I always knew reading to my kids was important, but this has opened my eyes to how important and how much.
Growing and learning every day...
As your little one grows you will notice exciting changes every day. There are lots of little things you can do at home to nurture their development as they grow and learn.
Tiny babies can focus on objects 25-30 cm away. Hold the book up at about this distance. Hold it nice and still so that they can look for as long as they like to.
Babies can distinguish and focus on faces immediately after birth. They love to look at you as you talk, smile sing and play with them.
Babies soon learn to follow objects with their eyes and turn their whole head to look at something. Point to pictures as you read and watch Baby ‘track’ across the page.
Babies can see bright colours. This is the time to show them the nursery rhyme frieze from your bag and notice which one they focus on the longest.
Babies begin to notice their own hands and reach for things. Your baby will want to touch or hold the book while you read.
Babies begin to recognise voices and to enjoy music and rhythm. Visit your library for Baby Rhyme Time. Your little one will enjoy looking at all the other babies, as well as the songs and rhymes.
Babies can hold (and let go) of things, and explore the world by putting things in their mouths. Your baby will want to chew, lick and bite on the book while reading. If you are worried about damage to baby or the book, give them something else to hold.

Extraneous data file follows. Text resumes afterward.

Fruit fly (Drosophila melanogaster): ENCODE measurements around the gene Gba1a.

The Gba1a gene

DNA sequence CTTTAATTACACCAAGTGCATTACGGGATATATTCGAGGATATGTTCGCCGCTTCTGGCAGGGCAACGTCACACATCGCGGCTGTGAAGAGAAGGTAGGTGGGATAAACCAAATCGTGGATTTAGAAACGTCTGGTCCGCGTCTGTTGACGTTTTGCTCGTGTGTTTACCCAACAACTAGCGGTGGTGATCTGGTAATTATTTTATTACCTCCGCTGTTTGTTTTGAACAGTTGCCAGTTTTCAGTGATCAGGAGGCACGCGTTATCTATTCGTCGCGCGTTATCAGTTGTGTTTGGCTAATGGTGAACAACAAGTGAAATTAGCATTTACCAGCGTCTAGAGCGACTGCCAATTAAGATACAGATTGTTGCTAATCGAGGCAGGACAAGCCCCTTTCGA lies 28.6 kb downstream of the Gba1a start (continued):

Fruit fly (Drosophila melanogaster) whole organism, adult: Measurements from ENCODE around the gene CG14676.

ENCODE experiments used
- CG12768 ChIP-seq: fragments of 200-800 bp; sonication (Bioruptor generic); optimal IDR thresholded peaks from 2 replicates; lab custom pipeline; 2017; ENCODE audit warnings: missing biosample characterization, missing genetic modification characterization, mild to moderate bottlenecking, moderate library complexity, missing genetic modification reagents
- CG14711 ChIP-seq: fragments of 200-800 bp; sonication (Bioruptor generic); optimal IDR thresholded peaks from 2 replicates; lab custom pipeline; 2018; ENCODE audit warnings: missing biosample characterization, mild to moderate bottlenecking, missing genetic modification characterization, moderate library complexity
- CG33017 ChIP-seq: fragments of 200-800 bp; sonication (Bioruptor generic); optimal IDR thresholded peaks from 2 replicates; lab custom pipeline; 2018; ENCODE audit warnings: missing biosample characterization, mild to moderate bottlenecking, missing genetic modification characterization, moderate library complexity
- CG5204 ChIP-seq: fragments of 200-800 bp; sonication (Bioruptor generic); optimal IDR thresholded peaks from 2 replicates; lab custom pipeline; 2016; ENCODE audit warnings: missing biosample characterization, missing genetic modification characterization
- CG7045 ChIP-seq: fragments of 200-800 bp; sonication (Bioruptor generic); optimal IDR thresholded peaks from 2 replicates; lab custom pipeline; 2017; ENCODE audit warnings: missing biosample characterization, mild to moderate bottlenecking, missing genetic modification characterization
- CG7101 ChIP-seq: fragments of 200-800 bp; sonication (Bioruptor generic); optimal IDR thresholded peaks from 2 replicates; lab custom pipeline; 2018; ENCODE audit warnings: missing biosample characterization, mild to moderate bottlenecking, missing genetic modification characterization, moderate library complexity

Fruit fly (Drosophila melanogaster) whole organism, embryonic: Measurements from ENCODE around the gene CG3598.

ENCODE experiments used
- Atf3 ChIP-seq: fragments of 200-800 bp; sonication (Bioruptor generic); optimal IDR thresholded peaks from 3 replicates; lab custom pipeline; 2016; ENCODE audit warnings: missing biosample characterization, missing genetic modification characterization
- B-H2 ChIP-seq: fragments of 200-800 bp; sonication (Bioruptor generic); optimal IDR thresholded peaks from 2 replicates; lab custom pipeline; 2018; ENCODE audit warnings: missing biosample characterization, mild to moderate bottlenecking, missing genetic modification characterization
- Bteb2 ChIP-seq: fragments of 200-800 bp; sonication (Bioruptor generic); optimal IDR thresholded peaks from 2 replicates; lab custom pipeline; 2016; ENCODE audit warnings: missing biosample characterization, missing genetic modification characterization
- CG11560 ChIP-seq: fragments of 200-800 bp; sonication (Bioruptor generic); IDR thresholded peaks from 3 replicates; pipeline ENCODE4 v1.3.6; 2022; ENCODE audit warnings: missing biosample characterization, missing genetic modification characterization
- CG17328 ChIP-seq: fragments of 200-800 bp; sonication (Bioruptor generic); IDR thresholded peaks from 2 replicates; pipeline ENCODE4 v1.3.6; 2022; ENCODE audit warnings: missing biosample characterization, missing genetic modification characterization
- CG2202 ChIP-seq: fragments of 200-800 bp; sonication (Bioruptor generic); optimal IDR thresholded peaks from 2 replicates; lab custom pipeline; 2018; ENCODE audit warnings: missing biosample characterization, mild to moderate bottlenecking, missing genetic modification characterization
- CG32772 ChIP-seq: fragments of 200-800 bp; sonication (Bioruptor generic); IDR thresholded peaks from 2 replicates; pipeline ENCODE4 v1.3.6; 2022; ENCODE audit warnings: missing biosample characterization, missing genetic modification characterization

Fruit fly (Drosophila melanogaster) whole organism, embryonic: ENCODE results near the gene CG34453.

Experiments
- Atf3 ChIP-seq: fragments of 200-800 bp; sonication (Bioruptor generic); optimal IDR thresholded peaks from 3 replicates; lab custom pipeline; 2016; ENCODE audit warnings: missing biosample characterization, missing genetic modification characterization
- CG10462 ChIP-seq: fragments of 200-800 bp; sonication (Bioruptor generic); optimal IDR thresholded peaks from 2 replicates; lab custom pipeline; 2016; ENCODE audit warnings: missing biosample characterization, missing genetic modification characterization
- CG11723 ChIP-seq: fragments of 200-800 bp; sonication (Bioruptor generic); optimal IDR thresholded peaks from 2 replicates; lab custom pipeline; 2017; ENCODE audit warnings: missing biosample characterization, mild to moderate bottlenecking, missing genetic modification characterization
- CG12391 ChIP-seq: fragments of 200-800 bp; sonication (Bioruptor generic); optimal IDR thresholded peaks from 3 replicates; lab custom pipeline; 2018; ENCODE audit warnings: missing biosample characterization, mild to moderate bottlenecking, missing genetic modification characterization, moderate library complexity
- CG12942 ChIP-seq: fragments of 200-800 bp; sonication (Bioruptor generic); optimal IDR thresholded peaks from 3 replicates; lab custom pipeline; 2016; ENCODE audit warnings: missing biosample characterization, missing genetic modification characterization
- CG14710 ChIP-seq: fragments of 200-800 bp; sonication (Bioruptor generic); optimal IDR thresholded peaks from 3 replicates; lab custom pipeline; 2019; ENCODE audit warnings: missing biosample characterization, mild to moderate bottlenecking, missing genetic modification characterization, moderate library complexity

Babies crawl and start to walk. Babies are sometimes too busy to sit on a lap and listen as they have done before.
Books at bedtime become important around this time, and rhymes and songs can be shared while changing nappies or in the car.
Toddlers can handle a book and turn the pages.
They can start to choose their own books at the library.
First words appear and your toddler's vocabulary starts to grow. Naming and concept books are fun to share together (pointing and naming is just for fun – it is not meant to be a reading lesson!) Look for books with groups of pictures; this helps make more to talk about.
Toddlers can hold a pencil or crayon and make marks with it. This is the beginning of their understanding that scribbles and signs tell a story.
Toddlers like to listen to stories and look at books with other children. The transition from Rhyme Time to Storytime at the library can begin now if your toddler is ready.
Your toddler can be understood and has a vocabulary of about 50 words. Listening to stories and rhymes every day builds their vocabulary.
Toddlers start to join in with parts of the story that are familiar and develop favourites. Try not to get impatient or bored with reading the same story over and over. This repetition builds important pre-literacy skills.
These milestones are based on the Building Literacy Before School @ Your Library Training and Development program developed for Better Beginnings by Susan Hill.